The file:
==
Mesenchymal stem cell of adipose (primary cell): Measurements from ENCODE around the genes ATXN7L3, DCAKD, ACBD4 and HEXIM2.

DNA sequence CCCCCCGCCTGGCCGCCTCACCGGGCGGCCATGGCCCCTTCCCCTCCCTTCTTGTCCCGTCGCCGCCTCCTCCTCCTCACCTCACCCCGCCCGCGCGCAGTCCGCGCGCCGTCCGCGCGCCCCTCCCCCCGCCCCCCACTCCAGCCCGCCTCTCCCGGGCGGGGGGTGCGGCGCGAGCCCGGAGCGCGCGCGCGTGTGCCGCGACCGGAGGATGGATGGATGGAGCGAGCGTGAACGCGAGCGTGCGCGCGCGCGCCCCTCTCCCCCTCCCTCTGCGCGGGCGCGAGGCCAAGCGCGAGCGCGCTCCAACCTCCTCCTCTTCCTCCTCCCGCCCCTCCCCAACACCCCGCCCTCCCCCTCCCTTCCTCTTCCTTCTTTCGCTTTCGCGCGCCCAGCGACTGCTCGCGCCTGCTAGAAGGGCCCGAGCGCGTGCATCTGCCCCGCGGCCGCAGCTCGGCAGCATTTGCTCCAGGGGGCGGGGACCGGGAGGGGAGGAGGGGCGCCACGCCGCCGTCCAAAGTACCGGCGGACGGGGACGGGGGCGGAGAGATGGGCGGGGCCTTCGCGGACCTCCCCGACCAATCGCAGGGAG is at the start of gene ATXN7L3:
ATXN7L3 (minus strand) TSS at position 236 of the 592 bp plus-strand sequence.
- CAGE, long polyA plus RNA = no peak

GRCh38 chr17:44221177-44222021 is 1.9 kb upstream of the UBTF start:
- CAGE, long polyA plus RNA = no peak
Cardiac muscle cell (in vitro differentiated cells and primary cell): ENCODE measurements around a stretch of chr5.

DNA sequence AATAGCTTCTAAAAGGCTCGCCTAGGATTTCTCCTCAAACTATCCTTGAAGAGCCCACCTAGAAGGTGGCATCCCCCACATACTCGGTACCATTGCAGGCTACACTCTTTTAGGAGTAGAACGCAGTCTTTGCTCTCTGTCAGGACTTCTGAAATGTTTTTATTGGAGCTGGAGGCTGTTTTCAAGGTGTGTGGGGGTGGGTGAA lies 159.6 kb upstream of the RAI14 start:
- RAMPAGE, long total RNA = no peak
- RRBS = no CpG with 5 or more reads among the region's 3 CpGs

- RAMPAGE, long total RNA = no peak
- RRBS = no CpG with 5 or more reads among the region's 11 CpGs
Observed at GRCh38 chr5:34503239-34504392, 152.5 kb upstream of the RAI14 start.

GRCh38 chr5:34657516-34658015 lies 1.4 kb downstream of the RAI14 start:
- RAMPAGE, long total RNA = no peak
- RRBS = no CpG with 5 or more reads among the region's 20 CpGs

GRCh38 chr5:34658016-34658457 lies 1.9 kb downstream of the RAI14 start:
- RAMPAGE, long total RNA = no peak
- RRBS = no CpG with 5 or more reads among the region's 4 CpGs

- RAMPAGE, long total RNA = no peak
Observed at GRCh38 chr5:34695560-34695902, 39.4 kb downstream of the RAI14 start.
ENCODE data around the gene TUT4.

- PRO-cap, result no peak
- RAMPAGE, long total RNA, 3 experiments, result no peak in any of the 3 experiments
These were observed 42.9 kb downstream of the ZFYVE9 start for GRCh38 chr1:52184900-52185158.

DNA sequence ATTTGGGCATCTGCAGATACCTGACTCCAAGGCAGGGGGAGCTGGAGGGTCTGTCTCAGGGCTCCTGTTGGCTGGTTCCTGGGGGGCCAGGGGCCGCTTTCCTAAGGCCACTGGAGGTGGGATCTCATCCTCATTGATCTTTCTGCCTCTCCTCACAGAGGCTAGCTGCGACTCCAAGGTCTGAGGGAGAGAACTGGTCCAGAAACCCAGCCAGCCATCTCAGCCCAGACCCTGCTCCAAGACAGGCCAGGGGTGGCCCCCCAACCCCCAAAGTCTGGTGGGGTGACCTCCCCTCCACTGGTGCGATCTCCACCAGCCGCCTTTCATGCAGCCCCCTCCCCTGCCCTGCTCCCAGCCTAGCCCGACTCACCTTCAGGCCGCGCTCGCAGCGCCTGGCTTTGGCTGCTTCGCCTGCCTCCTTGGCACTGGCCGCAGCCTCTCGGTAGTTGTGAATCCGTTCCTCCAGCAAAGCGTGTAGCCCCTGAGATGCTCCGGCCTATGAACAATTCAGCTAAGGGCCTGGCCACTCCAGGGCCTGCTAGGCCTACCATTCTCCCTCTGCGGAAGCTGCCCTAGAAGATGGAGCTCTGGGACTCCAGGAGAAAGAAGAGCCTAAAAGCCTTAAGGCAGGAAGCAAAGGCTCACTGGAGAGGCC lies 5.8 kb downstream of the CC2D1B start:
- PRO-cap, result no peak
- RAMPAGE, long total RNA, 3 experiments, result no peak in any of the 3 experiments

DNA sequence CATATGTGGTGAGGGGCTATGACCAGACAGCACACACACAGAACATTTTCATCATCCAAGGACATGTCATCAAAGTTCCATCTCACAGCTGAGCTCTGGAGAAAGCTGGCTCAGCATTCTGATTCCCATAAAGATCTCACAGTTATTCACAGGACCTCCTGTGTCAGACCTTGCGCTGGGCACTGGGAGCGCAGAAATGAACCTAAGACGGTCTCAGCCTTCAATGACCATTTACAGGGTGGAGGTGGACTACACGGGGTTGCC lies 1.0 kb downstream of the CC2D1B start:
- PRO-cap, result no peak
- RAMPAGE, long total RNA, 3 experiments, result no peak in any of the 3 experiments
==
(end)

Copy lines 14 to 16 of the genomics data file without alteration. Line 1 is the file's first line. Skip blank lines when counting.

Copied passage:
GRCh38 chr5:34657516-34658015 lies 1.4 kb downstream of the RAI14 start:
- RAMPAGE, long total RNA = no peak
- RRBS = no CpG with 5 or more reads among the region's 20 CpGs